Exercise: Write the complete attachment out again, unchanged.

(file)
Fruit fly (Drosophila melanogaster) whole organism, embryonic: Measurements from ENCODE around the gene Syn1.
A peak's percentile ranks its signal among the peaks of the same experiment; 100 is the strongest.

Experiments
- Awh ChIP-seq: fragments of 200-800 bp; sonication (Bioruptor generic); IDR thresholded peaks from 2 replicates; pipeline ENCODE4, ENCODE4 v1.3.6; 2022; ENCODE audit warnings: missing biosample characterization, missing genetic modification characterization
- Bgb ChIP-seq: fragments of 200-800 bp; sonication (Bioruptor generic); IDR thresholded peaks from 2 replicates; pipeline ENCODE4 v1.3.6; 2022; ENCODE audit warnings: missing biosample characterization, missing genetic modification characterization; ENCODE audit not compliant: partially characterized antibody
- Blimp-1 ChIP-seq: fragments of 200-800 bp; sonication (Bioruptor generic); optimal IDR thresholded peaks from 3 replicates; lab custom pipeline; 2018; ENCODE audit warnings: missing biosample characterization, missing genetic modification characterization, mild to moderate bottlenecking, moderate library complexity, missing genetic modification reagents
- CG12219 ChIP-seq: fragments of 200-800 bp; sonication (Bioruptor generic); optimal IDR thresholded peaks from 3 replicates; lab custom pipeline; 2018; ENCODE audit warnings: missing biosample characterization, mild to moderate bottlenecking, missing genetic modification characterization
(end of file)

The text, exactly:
Fruit fly (Drosophila melanogaster) whole organism, embryonic: Measurements from ENCODE around the gene Syn1.
A peak's percentile ranks its signal among the peaks of the same experiment; 100 is the strongest.

Experiments
- Awh ChIP-seq: fragments of 200-800 bp; sonication (Bioruptor generic); IDR thresholded peaks from 2 replicates; pipeline ENCODE4, ENCODE4 v1.3.6; 2022; ENCODE audit warnings: missing biosample characterization, missing genetic modification characterization
- Bgb ChIP-seq: fragments of 200-800 bp; sonication (Bioruptor generic); IDR thresholded peaks from 2 replicates; pipeline ENCODE4 v1.3.6; 2022; ENCODE audit warnings: missing biosample characterization, missing genetic modification characterization; ENCODE audit not compliant: partially characterized antibody
- Blimp-1 ChIP-seq: fragments of 200-800 bp; sonication (Bioruptor generic); optimal IDR thresholded peaks from 3 replicates; lab custom pipeline; 2018; ENCODE audit warnings: missing biosample characterization, missing genetic modification characterization, mild to moderate bottlenecking, moderate library complexity, missing genetic modification reagents
- CG12219 ChIP-seq: fragments of 200-800 bp; sonication (Bioruptor generic); optimal IDR thresholded peaks from 3 replicates; lab custom pipeline; 2018; ENCODE audit warnings: missing biosample characterization, mild to moderate bottlenecking, missing genetic modification characterization